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Bringing 'Dalylight' to Ghana

Glenmont native recognized for her charitable work in Africa

If a picture is worth a thousand words, then at Kekeli, Inc. in the African nation of Ghana, its value can also be measured in hope and opportunity.

That's where Glenmont native Carrie Brown has been doing charitable work for much of the past eight years and founding Kekeli, a school where she teaches children photography. She was recently awarded the Capital Area Council of Churches James and Pearl Campbell Peace and Justice Award for her work.

The award is named after a Methodist couple who were active in social justice issues, including protests and educational activities. They also chaired the council's Department of International Affairs, which later became the Peace and justice Committee.

Today, the council recognizes one or more persons annually who embodies their spirit as a friend of peace and justice. Brown was nominated for the award by her pastor, Rev. Harlan Ratmeyer of The First Reformed Church of Bethlehem.

Ratmeyer said after reading about the award, suggesting Brown was an easy decision.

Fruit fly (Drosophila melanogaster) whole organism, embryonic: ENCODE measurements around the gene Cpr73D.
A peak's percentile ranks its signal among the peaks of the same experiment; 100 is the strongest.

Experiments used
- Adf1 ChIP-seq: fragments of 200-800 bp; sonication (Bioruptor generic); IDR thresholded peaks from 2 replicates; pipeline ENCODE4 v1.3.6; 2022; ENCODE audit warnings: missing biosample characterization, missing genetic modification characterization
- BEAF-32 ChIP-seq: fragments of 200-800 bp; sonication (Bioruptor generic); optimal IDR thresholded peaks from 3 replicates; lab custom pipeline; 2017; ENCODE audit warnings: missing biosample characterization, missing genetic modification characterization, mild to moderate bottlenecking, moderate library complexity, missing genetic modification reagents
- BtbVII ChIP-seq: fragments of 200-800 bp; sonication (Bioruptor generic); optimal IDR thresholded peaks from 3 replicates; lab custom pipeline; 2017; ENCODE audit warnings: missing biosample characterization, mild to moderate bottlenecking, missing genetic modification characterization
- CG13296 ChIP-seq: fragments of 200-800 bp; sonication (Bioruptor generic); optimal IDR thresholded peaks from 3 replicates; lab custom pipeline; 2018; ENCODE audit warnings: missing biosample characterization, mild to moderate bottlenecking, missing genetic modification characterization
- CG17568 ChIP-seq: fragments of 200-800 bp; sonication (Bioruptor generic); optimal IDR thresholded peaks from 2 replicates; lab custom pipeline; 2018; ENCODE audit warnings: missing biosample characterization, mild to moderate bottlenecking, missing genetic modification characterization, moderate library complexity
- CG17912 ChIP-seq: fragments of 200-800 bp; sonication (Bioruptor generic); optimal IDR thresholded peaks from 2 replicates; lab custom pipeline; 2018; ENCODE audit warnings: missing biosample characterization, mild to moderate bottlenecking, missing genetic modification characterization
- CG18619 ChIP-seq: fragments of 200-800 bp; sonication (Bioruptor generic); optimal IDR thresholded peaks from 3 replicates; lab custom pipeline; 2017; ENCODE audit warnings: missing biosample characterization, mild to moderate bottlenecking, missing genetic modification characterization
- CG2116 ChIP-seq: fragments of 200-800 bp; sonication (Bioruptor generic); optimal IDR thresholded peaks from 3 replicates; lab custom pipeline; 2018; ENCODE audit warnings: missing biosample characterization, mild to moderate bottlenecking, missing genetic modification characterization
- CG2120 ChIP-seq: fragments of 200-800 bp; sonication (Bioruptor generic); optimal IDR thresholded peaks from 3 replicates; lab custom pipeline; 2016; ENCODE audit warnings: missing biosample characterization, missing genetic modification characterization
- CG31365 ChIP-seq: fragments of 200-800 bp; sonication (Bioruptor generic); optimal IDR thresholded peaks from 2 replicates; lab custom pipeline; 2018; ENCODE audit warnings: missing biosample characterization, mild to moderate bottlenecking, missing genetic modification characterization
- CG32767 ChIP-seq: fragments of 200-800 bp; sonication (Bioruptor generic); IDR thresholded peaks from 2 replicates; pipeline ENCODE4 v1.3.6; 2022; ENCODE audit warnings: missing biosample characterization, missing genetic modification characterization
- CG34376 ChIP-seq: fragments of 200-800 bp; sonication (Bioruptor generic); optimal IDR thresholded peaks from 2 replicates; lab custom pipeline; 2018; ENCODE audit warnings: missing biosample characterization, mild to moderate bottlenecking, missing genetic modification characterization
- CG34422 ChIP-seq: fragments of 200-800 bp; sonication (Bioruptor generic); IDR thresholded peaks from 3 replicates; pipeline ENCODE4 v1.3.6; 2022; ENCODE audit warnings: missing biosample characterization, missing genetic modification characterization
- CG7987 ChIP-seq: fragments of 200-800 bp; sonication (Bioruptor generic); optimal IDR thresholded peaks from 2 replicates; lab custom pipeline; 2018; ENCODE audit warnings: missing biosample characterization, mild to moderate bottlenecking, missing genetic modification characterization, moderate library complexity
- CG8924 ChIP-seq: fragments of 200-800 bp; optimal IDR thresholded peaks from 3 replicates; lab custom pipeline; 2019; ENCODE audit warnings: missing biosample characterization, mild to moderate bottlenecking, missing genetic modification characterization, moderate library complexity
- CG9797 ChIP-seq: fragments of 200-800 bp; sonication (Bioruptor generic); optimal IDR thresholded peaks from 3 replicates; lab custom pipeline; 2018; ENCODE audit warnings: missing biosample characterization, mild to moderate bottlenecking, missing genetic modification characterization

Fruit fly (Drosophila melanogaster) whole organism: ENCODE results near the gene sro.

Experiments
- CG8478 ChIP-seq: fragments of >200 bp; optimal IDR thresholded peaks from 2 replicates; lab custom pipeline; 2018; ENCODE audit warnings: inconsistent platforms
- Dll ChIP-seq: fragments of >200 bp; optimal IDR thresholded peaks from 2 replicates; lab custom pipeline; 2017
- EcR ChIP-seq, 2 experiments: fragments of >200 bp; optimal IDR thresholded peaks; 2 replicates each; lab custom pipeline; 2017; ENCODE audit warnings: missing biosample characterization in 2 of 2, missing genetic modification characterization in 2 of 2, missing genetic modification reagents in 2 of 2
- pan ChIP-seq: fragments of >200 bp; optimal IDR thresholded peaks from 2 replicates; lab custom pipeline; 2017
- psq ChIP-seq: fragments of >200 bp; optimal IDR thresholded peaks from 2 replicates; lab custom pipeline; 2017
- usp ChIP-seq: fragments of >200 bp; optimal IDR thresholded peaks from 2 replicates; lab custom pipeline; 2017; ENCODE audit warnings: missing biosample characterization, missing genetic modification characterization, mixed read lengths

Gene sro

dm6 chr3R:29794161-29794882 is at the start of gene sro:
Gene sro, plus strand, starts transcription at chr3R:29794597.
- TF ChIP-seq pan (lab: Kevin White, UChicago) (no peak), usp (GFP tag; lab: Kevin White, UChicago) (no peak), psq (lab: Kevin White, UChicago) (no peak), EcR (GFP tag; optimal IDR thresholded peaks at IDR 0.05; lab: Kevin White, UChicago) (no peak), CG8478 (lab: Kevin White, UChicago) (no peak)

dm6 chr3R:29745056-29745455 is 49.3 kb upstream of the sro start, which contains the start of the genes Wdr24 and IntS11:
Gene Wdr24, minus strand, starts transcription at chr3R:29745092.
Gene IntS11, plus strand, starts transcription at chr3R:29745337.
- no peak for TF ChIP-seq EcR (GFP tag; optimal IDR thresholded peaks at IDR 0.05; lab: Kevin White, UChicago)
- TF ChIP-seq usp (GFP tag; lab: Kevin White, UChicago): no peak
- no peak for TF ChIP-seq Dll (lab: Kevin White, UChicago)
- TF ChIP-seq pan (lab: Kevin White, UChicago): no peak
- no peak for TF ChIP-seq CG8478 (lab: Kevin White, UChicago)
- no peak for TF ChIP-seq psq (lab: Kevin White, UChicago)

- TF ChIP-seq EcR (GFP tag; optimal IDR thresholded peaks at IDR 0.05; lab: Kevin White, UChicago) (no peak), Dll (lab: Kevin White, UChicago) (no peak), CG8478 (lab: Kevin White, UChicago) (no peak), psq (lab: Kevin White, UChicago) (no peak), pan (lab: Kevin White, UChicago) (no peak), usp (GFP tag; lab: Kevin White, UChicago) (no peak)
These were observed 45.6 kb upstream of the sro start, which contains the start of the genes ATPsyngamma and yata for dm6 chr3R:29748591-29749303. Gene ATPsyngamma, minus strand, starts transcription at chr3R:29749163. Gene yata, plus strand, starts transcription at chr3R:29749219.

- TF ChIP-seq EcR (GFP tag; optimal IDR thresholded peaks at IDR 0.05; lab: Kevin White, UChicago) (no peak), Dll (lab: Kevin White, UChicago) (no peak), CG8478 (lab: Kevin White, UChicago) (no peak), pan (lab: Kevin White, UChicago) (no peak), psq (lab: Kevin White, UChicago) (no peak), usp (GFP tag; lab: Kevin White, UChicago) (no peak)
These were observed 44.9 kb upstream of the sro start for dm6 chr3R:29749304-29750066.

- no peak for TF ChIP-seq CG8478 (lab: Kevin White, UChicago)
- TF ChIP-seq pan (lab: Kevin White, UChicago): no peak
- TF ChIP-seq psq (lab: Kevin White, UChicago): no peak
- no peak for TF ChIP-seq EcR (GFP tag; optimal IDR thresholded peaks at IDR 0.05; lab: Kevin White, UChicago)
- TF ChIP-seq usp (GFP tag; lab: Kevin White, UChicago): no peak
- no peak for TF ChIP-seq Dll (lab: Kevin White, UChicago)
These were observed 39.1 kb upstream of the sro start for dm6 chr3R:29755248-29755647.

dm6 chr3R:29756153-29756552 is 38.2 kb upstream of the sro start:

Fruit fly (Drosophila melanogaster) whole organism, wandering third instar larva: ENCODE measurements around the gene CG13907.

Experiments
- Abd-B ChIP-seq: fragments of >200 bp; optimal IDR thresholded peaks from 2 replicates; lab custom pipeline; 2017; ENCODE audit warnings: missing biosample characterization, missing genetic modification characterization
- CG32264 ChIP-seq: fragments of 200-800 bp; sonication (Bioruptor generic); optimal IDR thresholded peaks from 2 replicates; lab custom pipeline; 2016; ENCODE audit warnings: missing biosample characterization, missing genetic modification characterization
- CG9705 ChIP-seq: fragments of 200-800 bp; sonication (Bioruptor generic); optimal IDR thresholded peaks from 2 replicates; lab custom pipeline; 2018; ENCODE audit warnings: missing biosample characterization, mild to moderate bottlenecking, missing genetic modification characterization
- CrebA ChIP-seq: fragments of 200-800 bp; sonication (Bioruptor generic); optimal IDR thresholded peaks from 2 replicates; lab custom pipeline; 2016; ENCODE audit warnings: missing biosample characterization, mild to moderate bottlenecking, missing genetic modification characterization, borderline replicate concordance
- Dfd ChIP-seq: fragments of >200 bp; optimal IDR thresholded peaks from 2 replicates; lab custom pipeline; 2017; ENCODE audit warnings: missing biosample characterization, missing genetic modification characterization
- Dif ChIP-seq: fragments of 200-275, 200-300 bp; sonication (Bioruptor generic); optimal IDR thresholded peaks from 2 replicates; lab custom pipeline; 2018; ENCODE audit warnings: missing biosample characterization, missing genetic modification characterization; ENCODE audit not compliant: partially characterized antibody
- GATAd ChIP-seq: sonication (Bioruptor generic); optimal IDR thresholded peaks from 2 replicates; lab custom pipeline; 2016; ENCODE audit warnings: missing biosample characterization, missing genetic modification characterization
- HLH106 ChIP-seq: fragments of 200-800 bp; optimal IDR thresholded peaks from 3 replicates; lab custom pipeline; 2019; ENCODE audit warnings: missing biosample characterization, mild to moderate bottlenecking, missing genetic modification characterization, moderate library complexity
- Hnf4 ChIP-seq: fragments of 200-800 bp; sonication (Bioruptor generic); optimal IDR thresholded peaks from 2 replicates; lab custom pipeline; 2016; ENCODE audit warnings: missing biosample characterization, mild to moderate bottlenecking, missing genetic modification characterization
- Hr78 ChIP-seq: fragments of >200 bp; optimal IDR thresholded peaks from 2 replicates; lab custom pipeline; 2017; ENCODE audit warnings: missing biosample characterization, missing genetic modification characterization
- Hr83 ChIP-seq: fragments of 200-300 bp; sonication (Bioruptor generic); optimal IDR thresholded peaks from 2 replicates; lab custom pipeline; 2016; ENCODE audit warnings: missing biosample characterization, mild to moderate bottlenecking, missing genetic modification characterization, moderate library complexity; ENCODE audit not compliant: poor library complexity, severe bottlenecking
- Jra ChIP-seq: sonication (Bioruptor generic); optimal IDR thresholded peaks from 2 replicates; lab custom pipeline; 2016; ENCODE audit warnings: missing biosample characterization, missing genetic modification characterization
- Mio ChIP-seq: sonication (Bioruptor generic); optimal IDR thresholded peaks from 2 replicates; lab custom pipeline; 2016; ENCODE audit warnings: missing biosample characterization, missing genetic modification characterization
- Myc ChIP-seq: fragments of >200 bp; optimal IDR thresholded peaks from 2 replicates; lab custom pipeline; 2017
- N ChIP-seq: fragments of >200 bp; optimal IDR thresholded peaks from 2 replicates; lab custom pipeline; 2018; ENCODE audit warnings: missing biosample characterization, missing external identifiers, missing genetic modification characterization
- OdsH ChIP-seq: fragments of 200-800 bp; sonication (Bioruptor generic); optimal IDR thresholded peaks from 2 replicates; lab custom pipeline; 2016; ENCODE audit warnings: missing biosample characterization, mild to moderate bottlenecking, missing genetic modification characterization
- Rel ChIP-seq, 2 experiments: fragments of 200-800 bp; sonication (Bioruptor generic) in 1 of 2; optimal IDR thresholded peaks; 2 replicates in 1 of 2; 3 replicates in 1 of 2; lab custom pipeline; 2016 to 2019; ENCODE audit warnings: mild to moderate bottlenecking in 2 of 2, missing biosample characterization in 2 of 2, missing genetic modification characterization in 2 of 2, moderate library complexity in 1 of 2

"Clearly, Carrie is drawn there, and when she talks to other people about what she is doing, I just watch the energy pour out of her," he said. "She started out with photography, she continues with that, but I think shes much more interested in the people and their needs."

Brown's first trip to the Republic of Ghana was in 2002 as a volunteer with a nonprofit group, when she also did work for her master of fine arts degree by doing photography there. She knew immediately she was destined to return.

"I was interested in Africa in general, and being a photographer and documenting the traditions, the people," she said.

A few years after her initial trip, she returned with donations in hand for a longer stay and planted the roots of Kekeli. Her most recent trip there lasted three years, and she just left town for another two-year expedition.

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